One, efficient transportation and logistics are important for boosting India’s competitiveness. They reduce transport time and costs, of course—but they also reduce cost of production by minimizing the need for large inventories. This means less capital required for warehouses, insurance and the like.
Second, while the conventional view of demand in the logistics sector states that it is derived demand, growth in transport and logistics enterprises can create markets for other goods.
Third, efficient logistics networks can reduce divergence in regional growth.
Fourth, inter-state trade flows in India stand at a healthy 54% of GDP. Reducing friction via improved logistics could boost this.
And lastly, while the demand for transport grew at around 10% annually in the 1990s, it has accelerated since. Failing to keep pace will hamstring everything from the manufacturing push and attempts to boost farmer earnings to the benefits of urban agglomeration economies.
The main hurdle so far has been that India’s logistics and transport sector has developed in silos. This has resulted in overly complex regulation and administrative procedures as well as missing modal links and an inefficient modal mix. As of 2008, the mix was 50% of total freight flow via roads, 36% by rail, 7.5% by pipelines, 6% by coastal shipping, 0.2% by inland waterways and 0.01% by airways. The ratios may have shifted somewhat since then but they are unlikely to have changed substantially. This is a pity: Transport by rail and inland waterways is far more cost- and time-efficient than transport by roads, for instance, and should account for high proportions of the freight flow.
Integrated policy is thus essential, pulling together the planned road and rail dedicated freight corridors and suggesting a solution to the long-running lack of last-mile connectivity for India’s ports. It also offers more scope for boosting the use of technology than development in silos would. Containerization, for instance—shipping freight across modes in standard containers—would enable live tracking via chipped containers. This in turn would enable greater security and predictability, as well as providing the granular data that is important for business projections and policymaking alike. This is an opportunity for states to compete for hosting the logistics hubs and reaping the economic benefits.
Q. 271. Why a Data protection law is necessary for India?
Recently, the government made it mandatory to link Aadhaar numbers to tax returns and set itself a target of one year within which it would link all mobile numbers to the Aadhaar database. While the Supreme Court agreed to refer these issues to a larger bench, it seemed happy to let the government continue to incorporate Aadhaar into all aspects of our lives.
Perhaps in anticipation of these events, a number of academic papers have been published recently, agitating the need for a privacy legislation. They have broadly suggested the enactment of a law along the lines of the OECD (Organisation for Economic Cooperation and Development) data protection principles articulated in the 1980s—that personal data is the property of the data subject and cannot be used without his consent.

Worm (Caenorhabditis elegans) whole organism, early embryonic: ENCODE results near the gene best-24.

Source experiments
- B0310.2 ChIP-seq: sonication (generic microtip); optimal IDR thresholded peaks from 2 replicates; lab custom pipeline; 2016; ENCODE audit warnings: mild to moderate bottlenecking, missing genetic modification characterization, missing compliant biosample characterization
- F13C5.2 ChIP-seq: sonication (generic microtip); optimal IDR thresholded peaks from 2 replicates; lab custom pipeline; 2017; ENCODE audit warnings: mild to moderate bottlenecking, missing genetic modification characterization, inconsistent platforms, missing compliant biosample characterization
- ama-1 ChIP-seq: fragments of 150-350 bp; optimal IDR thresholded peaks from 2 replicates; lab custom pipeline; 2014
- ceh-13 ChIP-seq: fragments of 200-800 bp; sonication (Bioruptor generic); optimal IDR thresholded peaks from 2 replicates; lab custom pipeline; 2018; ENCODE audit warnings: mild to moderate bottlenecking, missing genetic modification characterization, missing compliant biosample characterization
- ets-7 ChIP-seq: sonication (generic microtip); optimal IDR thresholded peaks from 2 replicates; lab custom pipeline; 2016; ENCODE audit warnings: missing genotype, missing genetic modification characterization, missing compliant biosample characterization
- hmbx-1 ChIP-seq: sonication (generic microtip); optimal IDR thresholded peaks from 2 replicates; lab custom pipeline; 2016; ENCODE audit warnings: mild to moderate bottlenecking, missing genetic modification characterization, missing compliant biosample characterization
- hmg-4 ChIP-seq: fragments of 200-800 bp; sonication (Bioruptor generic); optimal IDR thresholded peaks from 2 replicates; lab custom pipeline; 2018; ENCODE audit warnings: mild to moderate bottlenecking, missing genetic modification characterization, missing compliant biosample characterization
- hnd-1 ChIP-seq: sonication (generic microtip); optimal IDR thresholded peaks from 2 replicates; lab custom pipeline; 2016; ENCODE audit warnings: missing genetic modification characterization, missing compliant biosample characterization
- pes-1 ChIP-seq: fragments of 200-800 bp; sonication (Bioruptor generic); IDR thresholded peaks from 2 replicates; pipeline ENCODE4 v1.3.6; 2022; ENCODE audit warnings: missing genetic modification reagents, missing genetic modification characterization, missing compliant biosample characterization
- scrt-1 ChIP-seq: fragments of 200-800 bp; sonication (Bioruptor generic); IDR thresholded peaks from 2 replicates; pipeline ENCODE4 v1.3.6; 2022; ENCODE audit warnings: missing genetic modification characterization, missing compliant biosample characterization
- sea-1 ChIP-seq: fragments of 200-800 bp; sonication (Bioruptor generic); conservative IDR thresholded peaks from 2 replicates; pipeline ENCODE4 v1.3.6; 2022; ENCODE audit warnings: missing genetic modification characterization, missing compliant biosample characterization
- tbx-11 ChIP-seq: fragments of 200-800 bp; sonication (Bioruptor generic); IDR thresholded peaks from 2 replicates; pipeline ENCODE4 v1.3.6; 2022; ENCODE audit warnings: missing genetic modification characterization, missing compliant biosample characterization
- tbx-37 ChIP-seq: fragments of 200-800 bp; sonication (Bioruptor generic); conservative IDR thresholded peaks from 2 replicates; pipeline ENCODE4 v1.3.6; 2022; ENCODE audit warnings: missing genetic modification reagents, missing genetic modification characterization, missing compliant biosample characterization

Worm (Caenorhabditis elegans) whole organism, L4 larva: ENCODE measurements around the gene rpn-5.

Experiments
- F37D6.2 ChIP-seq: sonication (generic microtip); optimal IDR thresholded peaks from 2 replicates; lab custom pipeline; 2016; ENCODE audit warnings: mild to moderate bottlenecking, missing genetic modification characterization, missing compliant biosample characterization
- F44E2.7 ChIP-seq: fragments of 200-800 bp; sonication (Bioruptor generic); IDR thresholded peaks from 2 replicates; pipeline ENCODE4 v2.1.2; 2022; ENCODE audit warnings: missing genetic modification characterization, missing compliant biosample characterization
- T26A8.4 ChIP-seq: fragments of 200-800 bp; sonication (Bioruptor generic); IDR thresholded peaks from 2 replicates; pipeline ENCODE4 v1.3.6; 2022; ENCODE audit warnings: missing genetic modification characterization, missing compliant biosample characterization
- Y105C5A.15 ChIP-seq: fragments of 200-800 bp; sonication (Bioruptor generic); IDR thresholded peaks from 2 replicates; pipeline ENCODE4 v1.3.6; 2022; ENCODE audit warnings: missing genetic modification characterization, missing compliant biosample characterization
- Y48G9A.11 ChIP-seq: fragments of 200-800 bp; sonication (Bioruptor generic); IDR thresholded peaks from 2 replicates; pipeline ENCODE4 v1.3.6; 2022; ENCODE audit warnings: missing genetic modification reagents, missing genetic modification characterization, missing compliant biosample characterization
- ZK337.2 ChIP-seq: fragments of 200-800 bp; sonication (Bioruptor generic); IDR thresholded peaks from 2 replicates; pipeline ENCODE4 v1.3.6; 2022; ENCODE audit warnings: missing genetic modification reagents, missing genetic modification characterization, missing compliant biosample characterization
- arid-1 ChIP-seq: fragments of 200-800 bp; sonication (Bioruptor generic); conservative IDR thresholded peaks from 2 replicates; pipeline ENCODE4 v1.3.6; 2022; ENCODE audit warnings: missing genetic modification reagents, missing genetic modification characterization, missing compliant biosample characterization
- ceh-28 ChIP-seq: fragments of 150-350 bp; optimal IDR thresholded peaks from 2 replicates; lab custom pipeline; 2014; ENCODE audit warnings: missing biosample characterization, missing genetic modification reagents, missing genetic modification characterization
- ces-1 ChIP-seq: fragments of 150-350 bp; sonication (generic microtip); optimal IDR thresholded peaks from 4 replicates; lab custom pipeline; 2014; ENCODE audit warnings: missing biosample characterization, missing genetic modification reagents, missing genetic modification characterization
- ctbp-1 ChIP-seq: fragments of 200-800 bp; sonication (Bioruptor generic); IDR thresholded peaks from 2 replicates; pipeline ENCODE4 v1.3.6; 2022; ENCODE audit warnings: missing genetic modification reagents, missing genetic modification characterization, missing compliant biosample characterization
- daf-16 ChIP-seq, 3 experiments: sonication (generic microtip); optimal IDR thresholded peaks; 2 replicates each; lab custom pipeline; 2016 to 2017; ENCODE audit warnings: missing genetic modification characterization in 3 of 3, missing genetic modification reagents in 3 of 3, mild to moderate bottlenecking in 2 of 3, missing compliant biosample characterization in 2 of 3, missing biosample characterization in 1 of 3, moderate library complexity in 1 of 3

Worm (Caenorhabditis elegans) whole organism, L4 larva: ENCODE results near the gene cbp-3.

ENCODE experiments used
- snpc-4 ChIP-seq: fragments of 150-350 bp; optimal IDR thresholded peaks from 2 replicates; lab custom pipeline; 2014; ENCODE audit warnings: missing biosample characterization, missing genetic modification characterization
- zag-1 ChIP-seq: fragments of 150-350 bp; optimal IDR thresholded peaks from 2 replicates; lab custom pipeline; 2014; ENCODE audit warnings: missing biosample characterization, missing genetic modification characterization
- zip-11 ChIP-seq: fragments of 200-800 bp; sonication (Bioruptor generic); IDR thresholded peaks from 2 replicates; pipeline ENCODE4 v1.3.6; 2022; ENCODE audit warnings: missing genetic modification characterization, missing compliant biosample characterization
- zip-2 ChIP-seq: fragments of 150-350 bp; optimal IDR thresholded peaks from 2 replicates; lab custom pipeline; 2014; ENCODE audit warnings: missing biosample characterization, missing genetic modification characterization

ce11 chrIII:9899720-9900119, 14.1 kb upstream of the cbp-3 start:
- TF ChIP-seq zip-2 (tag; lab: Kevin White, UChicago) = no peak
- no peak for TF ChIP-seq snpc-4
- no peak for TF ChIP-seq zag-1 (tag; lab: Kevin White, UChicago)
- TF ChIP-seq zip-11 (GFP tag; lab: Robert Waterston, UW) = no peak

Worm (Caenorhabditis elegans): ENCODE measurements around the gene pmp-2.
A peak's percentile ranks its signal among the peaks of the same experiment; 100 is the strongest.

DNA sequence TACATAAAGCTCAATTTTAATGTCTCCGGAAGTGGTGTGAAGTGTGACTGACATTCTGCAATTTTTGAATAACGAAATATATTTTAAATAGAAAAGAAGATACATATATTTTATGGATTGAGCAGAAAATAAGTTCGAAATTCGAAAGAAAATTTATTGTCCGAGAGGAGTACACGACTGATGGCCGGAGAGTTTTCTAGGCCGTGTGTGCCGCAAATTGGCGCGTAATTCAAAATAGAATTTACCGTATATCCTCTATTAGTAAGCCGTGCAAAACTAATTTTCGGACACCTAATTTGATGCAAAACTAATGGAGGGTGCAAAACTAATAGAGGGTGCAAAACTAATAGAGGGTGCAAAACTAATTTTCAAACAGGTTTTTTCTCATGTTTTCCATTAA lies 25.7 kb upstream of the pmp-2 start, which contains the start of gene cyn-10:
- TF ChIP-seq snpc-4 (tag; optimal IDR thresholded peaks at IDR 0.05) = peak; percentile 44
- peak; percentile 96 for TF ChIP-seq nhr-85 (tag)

Most privacy laws have been built on this model and if we go down this path, our law will be consistent with global practice. However, if we make consent the cornerstone of our privacy jurisprudence, we will have taken a conscious decision to place upon the data subject, the burden of determining whether or not the use of personal data for a particular purpose is in his interest. In our present data-intensive world, this is a question the data subject is ill-equipped to answer.
Today data is collected, processed and transferred in more ways than can be comprehensively enumerated.
Our online activity is logged; our financial transactions tracked and correlated against location, age and time of day; and our physical activity measured using wearable and other smart devices.
All this data is stored in the cloud and is easily accessible through application program interfaces (APIs) for further processing.
Databases are designed to interconnect with each other and use deep learning algorithms to find patterns in ways that even the best data scientists will struggle to understand. Providing meaningful informed consent under these circumstances is impossible.
Role of Data controller
The one person in the data processing workflow, who might have visibility into the possible outcomes of data processing is the organization collecting the data—the data controller.
It knows what the data will be used for, as well as the algorithms through which the data will be processed.
It is best equipped to assess the possible consequences—both intended and unintended—of its use.
More importantly, it has the ability to consciously determine the outcome of the data processing.
It makes more sense to hold the data controller accountable for ensuring that no harm befalls the data subject than use poorly informed consent provided by the data subject as a licence to process.
There could be situations where the commercial interests of the data controller run contrary to those of the data subject. Take, for example, the use of financial information to assess creditworthiness. If the data controller is required to focus solely on promoting the interest of the data subject, it will only consider information that establishes a favourable credit rating. Doing so would run contrary to the commercial interests of the data controller whose business depends on lending only to those borrowers who can repay. In such circumstances the fiduciary responsibility of the data controller should extend to ensuring that the data in its possession is processed in a fair and non-discriminatory manner. And that it does not use other extraneous facts in its possession to unfairly discriminate against the data subject.